Photo courtesy Paige Penfield
Members of the Department of Environmental Science and Sustainability were recognized for some of the sustainability projects that are taking place on campus.
In April, Molly Tarvin, ’22, Ashlynn Peachey, ’23, and Christine Scott Nelson, ’73, Endowed Professor of Environmental Science and Sustainability Eric Pallant, were recognized as Pennsylvania Environmental Resource Consortium Campus Sustainability Champions.
PERC was originally founded in 2000 as a way to allow for faculty and students involved in environmental studies to connect with others in the field across the state of Pennsylvania.
From its origin, the organization has accomplished a variety of different things.
PERC is one of the first two statewide environmental organizations for higher education, and is one of the most successful and effective in the entirety of the United States.
Other key accomplishments of PERC include the development of a program dedicated to greenhouse gas inventories and reduction strategies, the establishment of a sustainable development network for Pennsylvania, the creation of a market solely meant for wind power, and it worked alongside the Sustainability Energy Fund of Central Eastern Pennsylvania to create the Solar Scholars Program.
Because of the organization’s close connections with colleges and universities across the state of Pennsylvania, PERC has established an award meant to celebrate the sustainability efforts of students and faculty involved in the environmental studies program at their respective schools.
Each year, roughly 10 students are recognized as PERC Campus Sustainability Champions.
Tarvin, one of the students selected as champion, has worked closely with the department of environmental science and sustainability since her first year.
For the past two years, Tarvin was a staff member of the ESS newsletter, and for her senior year, was selected as the newsletter’s editor.
Tarvin explained what topics were included in each publication of the ESS newsletter.
“The newsletter is just basically about getting the information about the sustainability department out to the people who live in it and around it,” Tarvin said. “So alumni could read it, prospective students, current students and faculty. It talks about what projects we’re doing and in junior seminars, the awards we have, the sustainability projects that (Director of Sustainability Kelly Boulton, ’02,) might be working on.”
In addition to her contributions to the ESS newsletter, Tarvin was also accepted to take part in an interview with Second Nature, a nonprofit organization that helps to organize and assist a network of colleges and universities to achieve their goal of carbon neutrality.
Tarvin discussed her feelings about being recognized as one of the students recognized with this title.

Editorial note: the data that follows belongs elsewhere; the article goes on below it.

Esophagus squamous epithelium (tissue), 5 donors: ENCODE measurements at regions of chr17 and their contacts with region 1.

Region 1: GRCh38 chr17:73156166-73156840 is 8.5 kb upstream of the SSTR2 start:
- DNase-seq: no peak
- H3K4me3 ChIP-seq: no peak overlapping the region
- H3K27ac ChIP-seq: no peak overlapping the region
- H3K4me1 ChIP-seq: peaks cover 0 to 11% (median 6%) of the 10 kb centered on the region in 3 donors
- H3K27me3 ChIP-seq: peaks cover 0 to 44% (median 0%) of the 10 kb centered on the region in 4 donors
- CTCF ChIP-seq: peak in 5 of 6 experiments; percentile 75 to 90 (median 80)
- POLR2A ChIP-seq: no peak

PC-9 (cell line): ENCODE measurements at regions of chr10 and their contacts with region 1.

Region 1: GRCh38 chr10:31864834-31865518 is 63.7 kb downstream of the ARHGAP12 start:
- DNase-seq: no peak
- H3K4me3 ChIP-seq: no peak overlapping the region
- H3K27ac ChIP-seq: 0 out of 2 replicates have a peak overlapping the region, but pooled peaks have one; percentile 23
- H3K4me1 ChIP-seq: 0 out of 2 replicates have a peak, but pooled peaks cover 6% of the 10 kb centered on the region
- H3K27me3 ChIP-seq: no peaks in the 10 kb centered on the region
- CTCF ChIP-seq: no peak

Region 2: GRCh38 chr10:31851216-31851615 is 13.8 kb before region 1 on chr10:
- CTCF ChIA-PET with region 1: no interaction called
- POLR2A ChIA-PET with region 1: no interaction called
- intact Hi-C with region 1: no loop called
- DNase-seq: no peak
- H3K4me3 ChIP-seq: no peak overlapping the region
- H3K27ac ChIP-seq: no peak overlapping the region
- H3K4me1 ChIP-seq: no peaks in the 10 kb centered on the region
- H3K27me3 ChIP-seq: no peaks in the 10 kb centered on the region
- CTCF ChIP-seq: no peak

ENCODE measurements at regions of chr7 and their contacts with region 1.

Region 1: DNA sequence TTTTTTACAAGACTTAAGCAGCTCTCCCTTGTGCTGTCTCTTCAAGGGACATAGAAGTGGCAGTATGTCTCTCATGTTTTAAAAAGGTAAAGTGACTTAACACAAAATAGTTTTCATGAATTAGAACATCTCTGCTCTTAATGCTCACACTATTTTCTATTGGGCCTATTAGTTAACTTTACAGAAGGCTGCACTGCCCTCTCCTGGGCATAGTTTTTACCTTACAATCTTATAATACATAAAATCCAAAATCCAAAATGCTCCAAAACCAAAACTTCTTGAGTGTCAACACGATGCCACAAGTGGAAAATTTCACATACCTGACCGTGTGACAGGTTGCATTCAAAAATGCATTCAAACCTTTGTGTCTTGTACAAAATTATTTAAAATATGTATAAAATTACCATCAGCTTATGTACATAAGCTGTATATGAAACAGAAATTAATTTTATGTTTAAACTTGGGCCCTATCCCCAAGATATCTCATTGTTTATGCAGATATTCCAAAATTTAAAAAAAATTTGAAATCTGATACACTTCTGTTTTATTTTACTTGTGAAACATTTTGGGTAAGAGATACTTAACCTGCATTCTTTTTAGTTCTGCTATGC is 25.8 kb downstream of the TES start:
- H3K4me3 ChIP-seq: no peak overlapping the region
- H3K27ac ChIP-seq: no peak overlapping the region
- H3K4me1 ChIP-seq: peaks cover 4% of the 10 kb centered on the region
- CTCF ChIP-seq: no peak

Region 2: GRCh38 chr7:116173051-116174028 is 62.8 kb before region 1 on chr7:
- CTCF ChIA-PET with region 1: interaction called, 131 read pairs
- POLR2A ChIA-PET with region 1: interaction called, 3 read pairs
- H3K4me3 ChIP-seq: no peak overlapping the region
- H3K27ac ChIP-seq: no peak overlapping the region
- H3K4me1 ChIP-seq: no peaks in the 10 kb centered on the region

“I had just finished a really good workout,” Tarvin said. “I was jumping up and down. I’m like ‘wow this is so exciting,’ because I had written the article. So I knew how prestigious the award was.”
Tarvin mentioned that she was the one who wrote the article about Peachey, who was also recognized by PERC.
Peachey, similarly to Tarvin, is highly involved in the ESS department.
During her time at Allegheny, Peachey has been an active member of the Allegheny Sustainable Design Team, an organization that is working to design and implement a food forest on campus, and was elected as president of the organization in the fall 2021 semester.
In addition to contributing to the Allegheny Sustainable Design Team, Peachey has also been an active member of Students for Environmental Action, and is currently also the co-president of that group.
Some of the projects that Peachey has contributed to include the promotion of reusable food containers on campus, the coordination of trash cleanup events on and around campus, and she is currently investigating the logistics of re-starting a program dedicated to food rescue that would allow for unused food from the cafeteria’s campus to the Meadville community.
Peachey mentioned how she felt after receiving notice of her award.
“I had actually just finished the Trashion Show,” Peachey said. “We got out of that, and I checked my email and I was like, ‘Wow! That’s awesome!”’
In addition to Peachey and Tarvin, Pallant was also recognized as one of the PERC Campus Sustainability Champions.
During his time as a professor at Allegheny, Pallant has served as chair of the department twice, has led several internal and external reviews within the department and has helped to shape the ESS into the nationally-recognized model that it is known for.
He has helped to make Allegheny the eighth college or university nationwide to become carbon neutral, and also assists in the Allegheny Energy Challenge, a program that is meant to reduce the amount of energy that is being used on campus, and led the former Allegheny Center for Economic and Environmental Development for more than a decade.
“I greatly appreciate the honor, but sustainability is genuinely a team effort,” Pallant wrote in an email to The Campus. “I could not have done anything for the campus or the environment without the support, friendship, hard work, and intelligence of my students and colleagues. The reason Allegheny College is a global leader in sustainability is because of the extraordinary commitment of a community of faculty, staff, administrators, and students who care about the earth.”